A key challenge for our clients in 2016 is achieving greater diversity – in particular at the leadership level. Fidelio was therefore pleased to launch the year with an impassioned, lively and frank debate on the effectiveness of quotas. Our key speakers were Lady Barbara Judge, Chairman of the Institute of Directors, and Edelgard Bulmahn, Vice President of the German Bundestag. The conclusions were bold and there was a clear consensus for change. Greater effectiveness and diversity at Board and Executive level can only be achieved by adopting a radically different approach. And it is this fresh thinking that underpins every aspect of Fidelio’s Board and Executive Search practice, as well as our “A Seat at the Table” programme for senior female executives.
In January 2016, Fidelio was pleased to co-host a seminar entitled “Die Frauenquote—and other routes to board diversity” with Nabarro LLP, the German-British Chamber of Industry & Commerce and the German-British Forum.
Our keynote speakers were joined by an illustrious panel comprising: Carl-Peter Forster, who sits on a number of engineering Boards including Volvo Cars Corporation, Geely Automobile Holdings, the London Taxi Company, IMI plc and Rexam plc; Dr Marion Helmes, Vice Chairman of the Supervisory Board of ProSiebenSat 1, Non-Executive Director of NXP Semiconductors; Elisabeth Lady Stheeman, Supervisory Board Member of Aareal Bank AG, Supervisory Board Member of TLG Immobilien AG; Daniela Weber-Rey, Chief Governance Officer at Deutsche Bank AG.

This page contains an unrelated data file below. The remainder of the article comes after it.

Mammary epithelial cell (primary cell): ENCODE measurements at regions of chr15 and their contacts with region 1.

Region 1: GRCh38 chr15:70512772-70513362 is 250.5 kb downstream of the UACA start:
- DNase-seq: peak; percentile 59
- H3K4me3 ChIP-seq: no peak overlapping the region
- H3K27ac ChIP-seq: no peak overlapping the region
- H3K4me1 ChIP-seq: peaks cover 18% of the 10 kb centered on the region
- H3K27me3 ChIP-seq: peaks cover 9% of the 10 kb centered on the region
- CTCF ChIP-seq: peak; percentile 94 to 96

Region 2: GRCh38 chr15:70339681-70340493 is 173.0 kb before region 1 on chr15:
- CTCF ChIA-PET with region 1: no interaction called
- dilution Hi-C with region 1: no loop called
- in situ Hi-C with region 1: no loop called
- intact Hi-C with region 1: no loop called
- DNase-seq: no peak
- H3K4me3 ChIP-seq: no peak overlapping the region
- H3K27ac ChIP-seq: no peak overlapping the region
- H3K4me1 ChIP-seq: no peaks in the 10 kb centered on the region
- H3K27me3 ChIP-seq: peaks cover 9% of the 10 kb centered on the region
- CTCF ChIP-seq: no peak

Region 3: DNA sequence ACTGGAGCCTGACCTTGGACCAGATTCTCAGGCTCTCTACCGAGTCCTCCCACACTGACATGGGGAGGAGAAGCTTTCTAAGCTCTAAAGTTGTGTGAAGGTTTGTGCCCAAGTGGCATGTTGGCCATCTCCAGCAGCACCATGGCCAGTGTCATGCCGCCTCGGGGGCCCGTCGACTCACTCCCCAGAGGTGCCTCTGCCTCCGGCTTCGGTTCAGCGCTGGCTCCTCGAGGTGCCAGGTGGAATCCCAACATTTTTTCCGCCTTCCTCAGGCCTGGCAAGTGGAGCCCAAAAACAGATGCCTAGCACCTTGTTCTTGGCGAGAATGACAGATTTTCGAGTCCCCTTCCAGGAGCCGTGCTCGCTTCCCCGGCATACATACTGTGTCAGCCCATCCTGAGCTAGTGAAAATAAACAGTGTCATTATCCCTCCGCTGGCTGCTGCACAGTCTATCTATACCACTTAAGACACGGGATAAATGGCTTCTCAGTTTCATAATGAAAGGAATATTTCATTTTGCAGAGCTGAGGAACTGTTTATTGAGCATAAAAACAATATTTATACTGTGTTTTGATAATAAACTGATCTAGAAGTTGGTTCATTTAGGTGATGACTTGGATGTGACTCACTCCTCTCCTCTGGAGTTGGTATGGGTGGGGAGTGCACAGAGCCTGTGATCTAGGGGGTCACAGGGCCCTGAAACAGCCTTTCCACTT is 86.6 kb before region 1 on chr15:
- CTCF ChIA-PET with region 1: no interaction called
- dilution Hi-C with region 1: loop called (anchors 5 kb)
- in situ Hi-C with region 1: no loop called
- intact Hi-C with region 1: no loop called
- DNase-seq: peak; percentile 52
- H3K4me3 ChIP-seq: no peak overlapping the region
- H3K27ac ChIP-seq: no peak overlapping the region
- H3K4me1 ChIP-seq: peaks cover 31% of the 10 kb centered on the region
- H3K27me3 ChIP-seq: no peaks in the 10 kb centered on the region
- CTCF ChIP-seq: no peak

The audience included FTSE 100 Chairmen, UK and German Directors, major investors and Chairmen of charities that are key agencies for change, as well as curious journalists. The discourse was exceptionally candid and based on first-hand experience of hard business challenges. This combination of insight surely provides a crucible for change.
The “Frauenquote” theme is highly topical. Germany’s quota stipulating 30% female representation at Supervisory Board level for the largest listed companies came into effect at the beginning of 2016, affecting approximately 108 companies. The legally-binding quota is accompanied by a series of requirements compelling large and mid-sized companies to also set internal targets for female representation at their top management levels.
The UK has chosen a different path. The 2010 Davies Report set out a voluntary target of 25% female representation on FTSE 100 Boards in 2015. With corporates, Search firms and investors coming together, and the government clearly prepared to take more forceful measures if necessary, the target was met – just. Now, under the recommendations of the 2015 Davies Review, the UK is striving for 33% female representation on FTSE 350 Boards by 2020. The enormous challenge at the Executive layer is recognised.